Last week, on Friday, I wrote a post called 9 Seed Funding Gotchas. I tweeted it out, as usual, and got a bunch of people to re-tweet. No big deal – 10 retweets.
I also emailed the post to David Cohen and Brad Feld, and asked them for feedback. I do that from time to time, with certain content, because I trust their opinion and want the feedback on my posts, so that I get better.
David Cohen pointed out a few typos and re-tweeted on Friday. This caused a bunch more re-tweets and more traffic to the post itself. Because of David, more people paid attention – he is a lot more influential than I am, and has a lot more followers.
Over the weekend, the activity slowed down and I felt like the post played out. I thought it made a pretty good impact over all, and I created a piece of content thats referenceable and reusable.
Then on Tuesday, I got email from Brad Feld, saying that he liked the post and he re-tweeted it. Immediately, I saw a spike in the Twitter activity and more people retweeting it, because Brad is a super influencer, and a lot of people follow him.
But what is most interesting is what happened next morning.
Dozens and dozens people didn’t retweet Brad, but instead tweeted the link to the post separately. Including some people who follow me, but saw Brad’s re-tweet as an endorsement. Some of these people are pretty significant influencers themselves. And then a bunch of re-tweets of those tweets happened. Thats when I saw this on my blog dashboard:
This is not the first time this happened. It is actually a pretty typical dynamic that happens when things spread virally. Here is the dynamic:
- The wave builds up from a few separate smaller parts of the network.
- Then wave hits one or more super big and connected hubs.
- Hubs amplify the wave, and accelerate it into distant parts of the network.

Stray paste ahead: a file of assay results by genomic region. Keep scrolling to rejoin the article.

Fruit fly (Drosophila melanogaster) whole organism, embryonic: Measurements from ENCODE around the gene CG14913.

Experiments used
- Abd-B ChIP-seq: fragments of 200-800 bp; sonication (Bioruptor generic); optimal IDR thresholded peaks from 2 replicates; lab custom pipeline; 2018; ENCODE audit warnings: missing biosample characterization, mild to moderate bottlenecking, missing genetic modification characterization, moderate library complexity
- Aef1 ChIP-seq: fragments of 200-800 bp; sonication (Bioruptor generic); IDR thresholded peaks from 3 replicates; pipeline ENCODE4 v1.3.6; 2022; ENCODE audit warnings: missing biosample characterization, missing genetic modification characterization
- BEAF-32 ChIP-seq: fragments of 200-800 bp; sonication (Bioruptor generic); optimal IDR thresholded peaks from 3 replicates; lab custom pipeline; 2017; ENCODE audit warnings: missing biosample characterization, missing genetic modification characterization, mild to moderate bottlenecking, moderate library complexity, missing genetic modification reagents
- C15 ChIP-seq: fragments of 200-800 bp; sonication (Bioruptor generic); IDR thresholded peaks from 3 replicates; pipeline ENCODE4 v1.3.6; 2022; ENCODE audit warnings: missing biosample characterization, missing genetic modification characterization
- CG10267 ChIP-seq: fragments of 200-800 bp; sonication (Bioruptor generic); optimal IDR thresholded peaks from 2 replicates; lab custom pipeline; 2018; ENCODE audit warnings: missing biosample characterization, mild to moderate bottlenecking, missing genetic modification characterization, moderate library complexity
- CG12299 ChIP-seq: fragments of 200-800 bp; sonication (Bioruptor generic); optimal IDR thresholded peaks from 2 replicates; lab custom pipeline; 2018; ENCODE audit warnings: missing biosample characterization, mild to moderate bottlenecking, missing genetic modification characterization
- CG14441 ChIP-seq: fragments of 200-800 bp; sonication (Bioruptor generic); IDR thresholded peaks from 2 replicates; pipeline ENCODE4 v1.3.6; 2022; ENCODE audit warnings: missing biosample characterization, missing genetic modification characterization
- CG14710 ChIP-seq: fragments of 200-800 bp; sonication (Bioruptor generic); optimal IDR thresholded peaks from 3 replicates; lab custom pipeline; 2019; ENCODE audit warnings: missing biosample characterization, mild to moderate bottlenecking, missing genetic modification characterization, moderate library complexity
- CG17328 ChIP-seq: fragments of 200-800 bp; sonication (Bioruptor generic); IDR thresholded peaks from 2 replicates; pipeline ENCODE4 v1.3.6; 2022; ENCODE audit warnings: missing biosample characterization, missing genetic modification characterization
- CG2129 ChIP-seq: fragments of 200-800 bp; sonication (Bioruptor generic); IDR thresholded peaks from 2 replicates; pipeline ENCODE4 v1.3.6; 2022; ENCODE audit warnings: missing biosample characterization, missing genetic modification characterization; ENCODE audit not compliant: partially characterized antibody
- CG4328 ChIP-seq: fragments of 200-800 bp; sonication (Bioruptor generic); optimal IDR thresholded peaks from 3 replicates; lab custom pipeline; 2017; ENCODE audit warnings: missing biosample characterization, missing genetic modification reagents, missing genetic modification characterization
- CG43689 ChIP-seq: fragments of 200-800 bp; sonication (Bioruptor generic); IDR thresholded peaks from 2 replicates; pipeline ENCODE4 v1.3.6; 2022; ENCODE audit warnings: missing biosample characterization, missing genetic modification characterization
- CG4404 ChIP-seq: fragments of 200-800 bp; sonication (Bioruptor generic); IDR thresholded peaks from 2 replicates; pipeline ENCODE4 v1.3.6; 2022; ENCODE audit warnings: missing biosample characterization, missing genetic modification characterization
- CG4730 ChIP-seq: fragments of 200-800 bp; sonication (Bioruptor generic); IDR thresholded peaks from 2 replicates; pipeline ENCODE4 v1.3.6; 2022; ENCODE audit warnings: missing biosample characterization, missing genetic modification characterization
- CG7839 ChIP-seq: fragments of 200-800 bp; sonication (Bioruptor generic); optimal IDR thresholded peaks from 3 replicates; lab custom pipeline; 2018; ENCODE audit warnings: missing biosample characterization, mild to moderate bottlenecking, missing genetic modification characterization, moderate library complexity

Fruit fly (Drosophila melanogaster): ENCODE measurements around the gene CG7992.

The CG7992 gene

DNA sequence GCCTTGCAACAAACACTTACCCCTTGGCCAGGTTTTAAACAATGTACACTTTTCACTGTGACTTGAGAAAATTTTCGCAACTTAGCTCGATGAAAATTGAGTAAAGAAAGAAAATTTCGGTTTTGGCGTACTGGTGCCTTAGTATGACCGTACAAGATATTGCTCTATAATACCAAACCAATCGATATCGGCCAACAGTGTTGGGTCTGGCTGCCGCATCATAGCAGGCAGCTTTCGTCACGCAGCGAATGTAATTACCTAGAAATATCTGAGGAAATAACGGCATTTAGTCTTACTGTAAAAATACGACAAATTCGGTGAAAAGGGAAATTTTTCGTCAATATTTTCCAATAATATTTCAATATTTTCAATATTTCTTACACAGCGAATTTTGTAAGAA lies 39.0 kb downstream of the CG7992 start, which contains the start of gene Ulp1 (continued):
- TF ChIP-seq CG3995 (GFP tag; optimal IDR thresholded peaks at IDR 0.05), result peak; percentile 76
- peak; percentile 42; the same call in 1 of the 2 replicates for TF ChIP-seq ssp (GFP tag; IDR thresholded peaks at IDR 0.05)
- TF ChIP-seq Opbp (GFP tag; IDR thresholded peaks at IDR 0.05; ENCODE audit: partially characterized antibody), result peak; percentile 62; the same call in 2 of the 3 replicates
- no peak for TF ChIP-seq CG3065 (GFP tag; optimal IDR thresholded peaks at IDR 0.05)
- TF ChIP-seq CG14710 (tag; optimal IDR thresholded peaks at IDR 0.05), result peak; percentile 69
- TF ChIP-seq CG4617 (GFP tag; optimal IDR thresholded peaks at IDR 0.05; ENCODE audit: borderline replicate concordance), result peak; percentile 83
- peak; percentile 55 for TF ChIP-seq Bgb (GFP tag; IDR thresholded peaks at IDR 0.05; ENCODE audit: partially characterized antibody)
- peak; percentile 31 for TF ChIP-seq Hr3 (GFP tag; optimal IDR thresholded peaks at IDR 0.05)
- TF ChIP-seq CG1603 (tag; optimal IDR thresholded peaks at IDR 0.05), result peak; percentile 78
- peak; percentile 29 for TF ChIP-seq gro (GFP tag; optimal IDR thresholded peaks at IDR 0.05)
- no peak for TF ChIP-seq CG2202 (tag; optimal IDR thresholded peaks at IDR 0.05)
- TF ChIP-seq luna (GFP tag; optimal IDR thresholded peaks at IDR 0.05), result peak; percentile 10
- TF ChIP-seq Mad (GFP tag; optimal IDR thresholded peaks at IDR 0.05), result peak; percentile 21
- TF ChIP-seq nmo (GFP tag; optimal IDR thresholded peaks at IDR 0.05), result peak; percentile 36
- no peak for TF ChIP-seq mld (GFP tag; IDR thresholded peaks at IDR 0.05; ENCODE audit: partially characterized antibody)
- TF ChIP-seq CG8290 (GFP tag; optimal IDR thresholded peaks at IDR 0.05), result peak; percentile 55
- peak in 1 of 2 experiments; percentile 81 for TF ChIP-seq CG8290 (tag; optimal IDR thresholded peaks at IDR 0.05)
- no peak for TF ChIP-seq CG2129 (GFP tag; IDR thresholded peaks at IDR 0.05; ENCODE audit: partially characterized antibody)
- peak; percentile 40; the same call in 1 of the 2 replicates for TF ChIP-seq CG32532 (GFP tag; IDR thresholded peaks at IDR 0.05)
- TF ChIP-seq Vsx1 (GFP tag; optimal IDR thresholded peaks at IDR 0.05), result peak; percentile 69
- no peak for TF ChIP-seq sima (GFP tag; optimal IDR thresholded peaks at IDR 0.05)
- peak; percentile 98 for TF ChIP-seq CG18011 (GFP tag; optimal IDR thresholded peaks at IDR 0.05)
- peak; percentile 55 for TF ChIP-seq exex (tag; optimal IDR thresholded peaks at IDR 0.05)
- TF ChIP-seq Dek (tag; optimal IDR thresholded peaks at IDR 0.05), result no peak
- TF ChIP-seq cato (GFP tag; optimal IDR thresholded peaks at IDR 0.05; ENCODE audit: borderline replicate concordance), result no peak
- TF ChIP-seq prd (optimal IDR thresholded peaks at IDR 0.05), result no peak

- The distant parts of the network start echoing it back creating what is known as snowball effect.
The takeaways here are that, while there is no way to engineer for something to go viral, there is a method to how it happens, and things that need to be in place for it to happen.
1. Content: you need great content that people might actually want to share. This maybe obvious, but good content is authentic and comes from the heart.
2. Headlines: Although being part of content, that piece is critical. Making a headline that is catchy is particularly important. I don’t do sensational headlines, but I try to do headlines with numbers in them and that seems to work pretty well. Most of my posts are some kind of startup tips and do them as lists, which makes headlines easy (note I did this with this post too). Also don’t make it 10. Every one has top 10 lists and people glance over them. Make the number less expected, like 9 in my previous post or 6 like in this one. Think 4-hour work week by Tim Ferriss.
3. Influencers: You need to hit the influencers. Influencers are the hubs, they are the amplifiers. If the piece of content does not reach the hubs, it has a lot lower chance of going viral.
4. Shortcut via Relationship: This is a play on words, because this shortcut isn’t short at all. To get influencers to pay attention to you, build the relationship with them. Because I know David and Brad, I can get on their radar quickly, and get the benefit of them pushing out the content. This is a pretty big deal, because without direct relationship with the influencer, it will take for your content that much longer to reach them and to get amplified.
5. Timing: Time when the content hits the hubs. Not all times made equal. Hit the hubs at the times when people are most likely to pay attention to them.
6. Keep at it: While there is no guarantee that things will definitely go viral, you gotta keep hitting. If you understand how things might go viral, and keep engineering it, sooner rather than later you will have a hit. In my case, the hit happened without an intention, but there is an explanation for how it happened and why, and that’s powerful.
Beyond just content, any product goes viral via a network. While each product is different, and each network has different structure, the mechanism for virality is similar. To figure out how to make your product go viral, first make an awesome product, then figure out the structure of your target networks and who the influencers are. And then just keep at it, keep pushing.
Have you had content go viral? How did it work for you? What was the method behind it?
Engineer, Immigrant. Vegan. 3x Founder, Managing Partner @2048vc. Previously ran @techstars in NYC. I write #startuphacks: http://alexiskold.net .